Ok,so there are many recipes as many as their are cooks..and I wanted to try some variations I had seen using corn flour...but asking for corn flour here in Jersey (not New Jersey...the real Jersey)...only results in being given  what is called corn flour in the UK...which in USA/Canada is know as Corn starch.  trying to find real Corn Flour is proving difficult


 

Sorry not trying to steal the thread or topic, just trying to help Neil. Here are a few pics and recipe of our award winning "Pan De Campo" that is very common down here in south Texas. It is also know as "Cowboy camp bread", was what the camp cooks made for the cowboys when they were out driving cattle. This is our basic family recipe btw.

Recipe:

8 cups flour

8 tsp baking powder

4 tsp salt

4 tsp sugar

1/2 cup oil  (we use veg or canola)

3 cups of milk (water is okay too, different texture and flavor though) water probably was more common in real cowboy days

MAKES   4   12" BREADS, use a rolling pin to roll out  about 1/2 to 3/4 in thick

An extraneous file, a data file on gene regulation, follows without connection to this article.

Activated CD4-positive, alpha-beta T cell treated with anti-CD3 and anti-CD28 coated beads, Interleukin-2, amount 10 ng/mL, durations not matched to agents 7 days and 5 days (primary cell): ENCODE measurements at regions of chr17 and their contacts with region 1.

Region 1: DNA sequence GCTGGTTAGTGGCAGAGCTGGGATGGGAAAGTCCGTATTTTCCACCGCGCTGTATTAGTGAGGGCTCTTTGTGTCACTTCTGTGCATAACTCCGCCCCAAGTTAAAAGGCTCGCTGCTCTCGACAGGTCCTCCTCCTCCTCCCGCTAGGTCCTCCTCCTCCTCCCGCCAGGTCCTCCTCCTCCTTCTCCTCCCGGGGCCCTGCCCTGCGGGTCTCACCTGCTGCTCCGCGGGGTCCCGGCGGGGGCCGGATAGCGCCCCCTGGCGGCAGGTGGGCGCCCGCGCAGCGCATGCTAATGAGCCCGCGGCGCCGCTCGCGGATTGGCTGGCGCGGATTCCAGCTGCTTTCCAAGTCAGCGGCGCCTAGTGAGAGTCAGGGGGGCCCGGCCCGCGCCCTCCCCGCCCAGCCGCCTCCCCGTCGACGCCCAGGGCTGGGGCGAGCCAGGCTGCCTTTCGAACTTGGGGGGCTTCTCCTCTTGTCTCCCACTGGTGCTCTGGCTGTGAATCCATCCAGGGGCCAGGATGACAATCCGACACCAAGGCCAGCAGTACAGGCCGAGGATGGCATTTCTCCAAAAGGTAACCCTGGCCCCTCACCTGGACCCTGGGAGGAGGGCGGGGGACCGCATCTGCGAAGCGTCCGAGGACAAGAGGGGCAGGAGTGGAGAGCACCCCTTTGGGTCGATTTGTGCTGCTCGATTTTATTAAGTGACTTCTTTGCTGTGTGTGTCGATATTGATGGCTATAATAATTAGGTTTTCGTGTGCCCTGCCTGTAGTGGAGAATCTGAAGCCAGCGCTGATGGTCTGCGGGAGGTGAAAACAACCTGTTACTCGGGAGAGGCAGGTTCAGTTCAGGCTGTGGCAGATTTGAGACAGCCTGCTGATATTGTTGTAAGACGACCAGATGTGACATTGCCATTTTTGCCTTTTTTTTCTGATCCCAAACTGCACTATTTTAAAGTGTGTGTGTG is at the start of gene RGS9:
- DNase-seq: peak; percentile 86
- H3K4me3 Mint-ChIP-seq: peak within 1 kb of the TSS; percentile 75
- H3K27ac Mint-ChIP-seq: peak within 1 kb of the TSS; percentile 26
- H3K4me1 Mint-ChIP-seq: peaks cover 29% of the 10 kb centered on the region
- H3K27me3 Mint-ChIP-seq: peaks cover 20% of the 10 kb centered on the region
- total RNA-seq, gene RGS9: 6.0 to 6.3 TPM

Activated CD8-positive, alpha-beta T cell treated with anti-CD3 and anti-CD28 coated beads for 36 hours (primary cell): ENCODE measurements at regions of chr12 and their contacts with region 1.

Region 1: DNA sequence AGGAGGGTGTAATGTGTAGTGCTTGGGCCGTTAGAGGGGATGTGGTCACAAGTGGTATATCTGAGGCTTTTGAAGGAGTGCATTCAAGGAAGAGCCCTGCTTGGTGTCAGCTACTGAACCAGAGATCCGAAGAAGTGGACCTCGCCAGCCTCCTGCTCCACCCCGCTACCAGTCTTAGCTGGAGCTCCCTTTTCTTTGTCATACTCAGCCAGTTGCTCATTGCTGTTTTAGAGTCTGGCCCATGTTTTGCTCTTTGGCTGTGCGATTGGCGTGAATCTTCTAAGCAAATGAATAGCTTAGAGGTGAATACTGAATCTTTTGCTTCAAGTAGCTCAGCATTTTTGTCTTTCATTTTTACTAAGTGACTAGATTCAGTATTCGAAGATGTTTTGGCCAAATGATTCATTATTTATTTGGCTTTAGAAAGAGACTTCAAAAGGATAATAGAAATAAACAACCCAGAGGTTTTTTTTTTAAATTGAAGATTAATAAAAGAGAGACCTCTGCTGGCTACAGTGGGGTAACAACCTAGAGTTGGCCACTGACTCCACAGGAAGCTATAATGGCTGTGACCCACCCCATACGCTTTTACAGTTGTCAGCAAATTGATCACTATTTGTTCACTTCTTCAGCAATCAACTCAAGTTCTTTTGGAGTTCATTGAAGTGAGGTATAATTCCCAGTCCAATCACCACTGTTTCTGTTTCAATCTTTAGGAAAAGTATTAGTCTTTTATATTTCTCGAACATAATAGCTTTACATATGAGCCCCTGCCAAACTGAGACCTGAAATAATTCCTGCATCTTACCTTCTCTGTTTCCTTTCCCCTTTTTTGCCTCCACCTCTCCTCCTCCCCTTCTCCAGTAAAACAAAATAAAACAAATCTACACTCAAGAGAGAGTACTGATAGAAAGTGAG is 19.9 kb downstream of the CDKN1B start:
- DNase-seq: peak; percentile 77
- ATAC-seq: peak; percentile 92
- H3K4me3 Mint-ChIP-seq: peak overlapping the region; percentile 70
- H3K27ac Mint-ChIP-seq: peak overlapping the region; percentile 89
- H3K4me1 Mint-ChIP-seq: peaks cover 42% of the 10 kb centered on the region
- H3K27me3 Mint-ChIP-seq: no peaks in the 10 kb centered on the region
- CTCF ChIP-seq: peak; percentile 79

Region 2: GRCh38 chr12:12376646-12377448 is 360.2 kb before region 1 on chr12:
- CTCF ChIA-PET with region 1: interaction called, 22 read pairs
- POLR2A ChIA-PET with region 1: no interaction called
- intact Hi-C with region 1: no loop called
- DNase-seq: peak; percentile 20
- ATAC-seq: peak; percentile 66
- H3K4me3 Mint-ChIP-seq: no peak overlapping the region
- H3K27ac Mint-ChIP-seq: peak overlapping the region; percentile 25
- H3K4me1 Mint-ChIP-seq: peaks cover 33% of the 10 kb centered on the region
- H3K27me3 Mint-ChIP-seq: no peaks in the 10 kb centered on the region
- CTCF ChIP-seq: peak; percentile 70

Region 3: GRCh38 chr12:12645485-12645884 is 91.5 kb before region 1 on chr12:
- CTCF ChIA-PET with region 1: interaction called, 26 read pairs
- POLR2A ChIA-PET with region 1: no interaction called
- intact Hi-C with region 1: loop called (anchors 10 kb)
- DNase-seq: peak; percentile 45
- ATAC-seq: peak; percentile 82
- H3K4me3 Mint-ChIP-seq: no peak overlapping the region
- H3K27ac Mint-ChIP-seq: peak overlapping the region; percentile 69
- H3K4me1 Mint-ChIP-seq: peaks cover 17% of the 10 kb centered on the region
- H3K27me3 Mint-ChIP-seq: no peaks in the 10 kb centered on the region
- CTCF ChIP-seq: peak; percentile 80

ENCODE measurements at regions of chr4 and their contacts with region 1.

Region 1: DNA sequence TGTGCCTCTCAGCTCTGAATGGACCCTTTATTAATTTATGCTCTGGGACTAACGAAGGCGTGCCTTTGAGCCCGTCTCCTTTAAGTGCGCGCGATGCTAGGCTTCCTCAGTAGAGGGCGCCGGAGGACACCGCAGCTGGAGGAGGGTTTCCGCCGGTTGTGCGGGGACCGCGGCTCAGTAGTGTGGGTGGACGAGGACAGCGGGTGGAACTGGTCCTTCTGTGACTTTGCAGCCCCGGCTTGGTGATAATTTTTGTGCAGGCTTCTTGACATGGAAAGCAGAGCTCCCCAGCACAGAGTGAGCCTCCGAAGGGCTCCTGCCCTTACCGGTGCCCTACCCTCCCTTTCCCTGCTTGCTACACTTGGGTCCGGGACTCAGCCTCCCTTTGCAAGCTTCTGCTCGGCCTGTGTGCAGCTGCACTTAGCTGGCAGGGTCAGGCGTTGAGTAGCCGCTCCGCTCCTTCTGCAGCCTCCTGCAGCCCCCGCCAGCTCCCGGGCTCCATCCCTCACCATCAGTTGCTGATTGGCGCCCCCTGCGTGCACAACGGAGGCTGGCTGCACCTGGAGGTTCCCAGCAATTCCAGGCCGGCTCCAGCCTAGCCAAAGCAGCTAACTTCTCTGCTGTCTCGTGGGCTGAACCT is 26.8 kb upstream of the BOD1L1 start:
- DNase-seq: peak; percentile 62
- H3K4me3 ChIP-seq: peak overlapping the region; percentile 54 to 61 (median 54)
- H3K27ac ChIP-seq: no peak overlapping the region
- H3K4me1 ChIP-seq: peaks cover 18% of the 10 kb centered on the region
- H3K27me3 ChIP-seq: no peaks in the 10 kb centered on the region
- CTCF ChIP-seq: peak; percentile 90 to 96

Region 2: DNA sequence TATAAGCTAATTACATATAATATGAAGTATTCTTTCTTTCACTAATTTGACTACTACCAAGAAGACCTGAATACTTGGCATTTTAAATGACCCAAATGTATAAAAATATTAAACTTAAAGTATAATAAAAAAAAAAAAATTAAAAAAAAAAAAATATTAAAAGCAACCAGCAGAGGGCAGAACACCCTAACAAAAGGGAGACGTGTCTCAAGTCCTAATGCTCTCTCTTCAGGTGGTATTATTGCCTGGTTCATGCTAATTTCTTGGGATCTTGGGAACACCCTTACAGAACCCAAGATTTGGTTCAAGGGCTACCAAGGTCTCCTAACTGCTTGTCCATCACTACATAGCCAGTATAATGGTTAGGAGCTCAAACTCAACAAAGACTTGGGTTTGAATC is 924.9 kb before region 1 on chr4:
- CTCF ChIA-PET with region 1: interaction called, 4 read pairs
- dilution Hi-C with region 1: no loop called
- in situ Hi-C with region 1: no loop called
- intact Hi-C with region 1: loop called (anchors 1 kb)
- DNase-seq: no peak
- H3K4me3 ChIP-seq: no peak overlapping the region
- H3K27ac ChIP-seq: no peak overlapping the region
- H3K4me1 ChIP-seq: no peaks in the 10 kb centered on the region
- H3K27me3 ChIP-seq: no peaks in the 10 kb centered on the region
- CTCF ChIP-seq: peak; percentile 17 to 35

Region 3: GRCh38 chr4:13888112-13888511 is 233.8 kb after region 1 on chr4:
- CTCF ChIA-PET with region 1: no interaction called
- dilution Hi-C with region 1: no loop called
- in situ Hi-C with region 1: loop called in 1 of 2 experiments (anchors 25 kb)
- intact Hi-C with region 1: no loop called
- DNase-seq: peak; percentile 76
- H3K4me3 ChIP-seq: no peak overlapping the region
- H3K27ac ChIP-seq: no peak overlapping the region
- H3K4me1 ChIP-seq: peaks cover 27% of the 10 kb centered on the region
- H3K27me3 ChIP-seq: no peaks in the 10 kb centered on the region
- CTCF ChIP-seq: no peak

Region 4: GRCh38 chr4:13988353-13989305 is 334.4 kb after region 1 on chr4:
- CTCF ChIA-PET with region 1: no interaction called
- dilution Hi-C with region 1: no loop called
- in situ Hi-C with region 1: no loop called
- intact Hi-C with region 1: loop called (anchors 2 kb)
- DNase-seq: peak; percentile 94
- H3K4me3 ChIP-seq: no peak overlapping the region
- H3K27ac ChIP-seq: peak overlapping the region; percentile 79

* those are teaspoons, not table spoons (dont ask)

*our competition recipe is tweaked a bit from there, more oil and or butter

* dont knead too much or the bread will be tough, bread people know about that though

* we often just cook it in the oven at home but competitions require dutch ovens and real wood coals, no bagged charcoal

 

IMG_9407.JPG

          

IMG_9408.JPGIMG_9464.JPG

 

 

 

You gotta man u and flip it by hand too lol.

 

 

 

IMG_9411.JPGSam Manuel 2010 068.jpg


Edited by QUETEX - 10/30/11 at 5:52am
post #18 of 21

BTW,  float a stick of butter over the top and drizzle some honey over it and you'd swear you were in paradise, :)

post #19 of 21

Thanks for the pics and tips.  Should really now be in the Camp Cooking section ...but ah well ..thats what comes of me hijacking a thread .